Kitcher is careful in distinguishing between fundamentalism and rational forms of faith, and again good for him, but one gets the sense (and, again, I’m only going off the review, so I might be wrong) that he would lump under “fundamentalism” not just creationists, but anyone who believes in the bodily resurrection or even just a creator, personal God.
Again we find this same basic incuriosity, whose smiley-face finally only makes it more grating, to try to find out what religious faith is actually like. D.B. Hart once remarked that in a debate with Alastair McGrath, while Dawkins was engaged when they were discussing philosophical issues, he visibly and obviously tuned out when McGrath began discussing his personal experience of conversion and faith. It’s enough to make one believe in Calvinist double predestination; that the Holy Spirit is actively blinding people to an enormous dimension of human experience. There’s a stubborn refusal to see what is in front of one’s nose that reveals a profoundly mysterious and mystifying lack of empathy that I won’t describe as pathological only because I don’t like overmedicalization.
This sense of a profound lack of reflective ability only deepens when the review gets to the discussion of the ethical side of the book. I think an underrated rule-of-thumb when it comes to evaluating philosophers is the extent to which they simply parroted their own milieu’s views back at them–there will always be a market for that kind of intellectual, and so it will always exist. That was one of the main criticisms of the English consequentialists in G.E.M. Anscombe’s famous Modern Moral Philosophy paper (so English!), that she basically couldn’t find a noteworthy English moral philosopher since the 19th century who had departed from his class’s zeitgeist in a significant way. (Of course, with her own Truman coup, she knew whereof she spake.) This is basically my beef with John Rawls, but that’s a story for another day.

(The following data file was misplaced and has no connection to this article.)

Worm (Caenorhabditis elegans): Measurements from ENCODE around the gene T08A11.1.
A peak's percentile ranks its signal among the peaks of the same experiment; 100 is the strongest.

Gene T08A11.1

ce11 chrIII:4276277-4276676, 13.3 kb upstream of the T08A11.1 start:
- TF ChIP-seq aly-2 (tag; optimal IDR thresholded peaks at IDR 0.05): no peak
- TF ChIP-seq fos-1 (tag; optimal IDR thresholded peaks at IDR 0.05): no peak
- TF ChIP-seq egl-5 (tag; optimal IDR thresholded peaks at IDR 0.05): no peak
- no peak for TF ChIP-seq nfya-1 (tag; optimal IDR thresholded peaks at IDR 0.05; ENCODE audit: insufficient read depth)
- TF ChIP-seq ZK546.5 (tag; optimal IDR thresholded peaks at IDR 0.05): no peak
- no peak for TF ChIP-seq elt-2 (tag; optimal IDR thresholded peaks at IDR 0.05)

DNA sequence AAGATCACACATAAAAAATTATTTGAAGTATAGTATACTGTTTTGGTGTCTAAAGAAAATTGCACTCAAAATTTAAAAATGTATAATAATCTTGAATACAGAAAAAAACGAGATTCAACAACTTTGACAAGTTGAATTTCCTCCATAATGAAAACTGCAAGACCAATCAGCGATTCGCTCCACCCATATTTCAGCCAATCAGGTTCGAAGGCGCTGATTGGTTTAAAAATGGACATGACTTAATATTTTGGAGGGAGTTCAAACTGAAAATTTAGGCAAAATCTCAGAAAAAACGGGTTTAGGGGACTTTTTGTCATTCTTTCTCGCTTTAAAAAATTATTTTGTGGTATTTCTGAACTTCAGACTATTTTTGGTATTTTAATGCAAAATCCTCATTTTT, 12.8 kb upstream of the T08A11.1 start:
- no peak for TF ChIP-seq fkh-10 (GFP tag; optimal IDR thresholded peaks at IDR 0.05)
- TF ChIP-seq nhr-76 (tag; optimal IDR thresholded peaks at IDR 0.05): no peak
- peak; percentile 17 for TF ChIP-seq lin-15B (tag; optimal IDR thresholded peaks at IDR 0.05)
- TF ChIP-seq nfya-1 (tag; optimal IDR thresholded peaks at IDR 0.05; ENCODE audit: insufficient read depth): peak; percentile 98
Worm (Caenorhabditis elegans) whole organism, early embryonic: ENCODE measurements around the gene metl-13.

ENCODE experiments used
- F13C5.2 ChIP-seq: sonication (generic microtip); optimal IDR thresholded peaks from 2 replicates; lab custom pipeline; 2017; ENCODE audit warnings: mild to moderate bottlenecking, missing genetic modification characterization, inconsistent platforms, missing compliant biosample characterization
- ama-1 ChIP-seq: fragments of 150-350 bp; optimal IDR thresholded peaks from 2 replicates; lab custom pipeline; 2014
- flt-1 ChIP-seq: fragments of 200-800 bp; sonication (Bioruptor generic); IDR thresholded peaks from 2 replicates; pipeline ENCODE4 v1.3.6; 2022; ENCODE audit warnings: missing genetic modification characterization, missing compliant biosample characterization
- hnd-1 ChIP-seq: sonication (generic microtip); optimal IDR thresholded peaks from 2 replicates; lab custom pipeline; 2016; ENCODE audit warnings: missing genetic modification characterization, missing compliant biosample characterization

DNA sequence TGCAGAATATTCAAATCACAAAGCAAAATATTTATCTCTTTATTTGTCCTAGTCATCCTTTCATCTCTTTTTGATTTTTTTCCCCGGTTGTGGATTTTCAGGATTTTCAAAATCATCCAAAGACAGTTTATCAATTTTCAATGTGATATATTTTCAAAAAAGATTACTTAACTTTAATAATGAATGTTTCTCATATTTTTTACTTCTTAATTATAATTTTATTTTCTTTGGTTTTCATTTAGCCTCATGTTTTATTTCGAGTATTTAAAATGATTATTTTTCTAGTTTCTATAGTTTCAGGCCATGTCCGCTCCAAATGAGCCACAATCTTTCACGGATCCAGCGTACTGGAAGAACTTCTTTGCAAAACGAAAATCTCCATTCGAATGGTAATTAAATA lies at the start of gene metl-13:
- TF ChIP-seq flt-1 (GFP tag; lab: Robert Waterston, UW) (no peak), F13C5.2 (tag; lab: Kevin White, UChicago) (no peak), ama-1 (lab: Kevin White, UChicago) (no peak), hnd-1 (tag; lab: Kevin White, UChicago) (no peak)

So, for example, did you know that we evolved to be nice to one another and have social cohesion? Again, one gets the sense that an English county fair is a moral utopia. And, again, maybe it’s the review, but I didn’t perceive any sense that, actually, there might be a difference between an ethic of “you scratch my back and I’ll scratch yours” and the grandest moral visions (religious or otherwise) that have captured human imagination, and an attempt to compare and contrast, let alone critique; let alone a critique of the unscientific and patently ridiculous evolution-caused-morality story (but perhaps my standards are too high).
And, for example, did you know that the best regime is Sweden-style social democracy because equality is nice and everyone should have at least some stuff? Nothing wrong with that belief, but do you see what I mean about this drearily unreflective and English vibe?
No attempt to deal with metaphysical questions, or moral questions, or the history of idea beyond some illiterate Whiggish notion of enlightened secular progress from the medieval dark, no reflection upon the tremendous impact on human history, and art, and endeavor, and the soul, of ideas and beliefs (this from a philosopher!).
It’s all just so boring. Give me Nietzsche, give me Camus. Heck, give me Luc Ferry, who at least is a subtle historian of ideas and actually gives Christianity its historical due.
Frequent readers will know that I’m no fan of the English Reformation. I guess to its very long list of crimes we can add producing the world’s most boring atheists.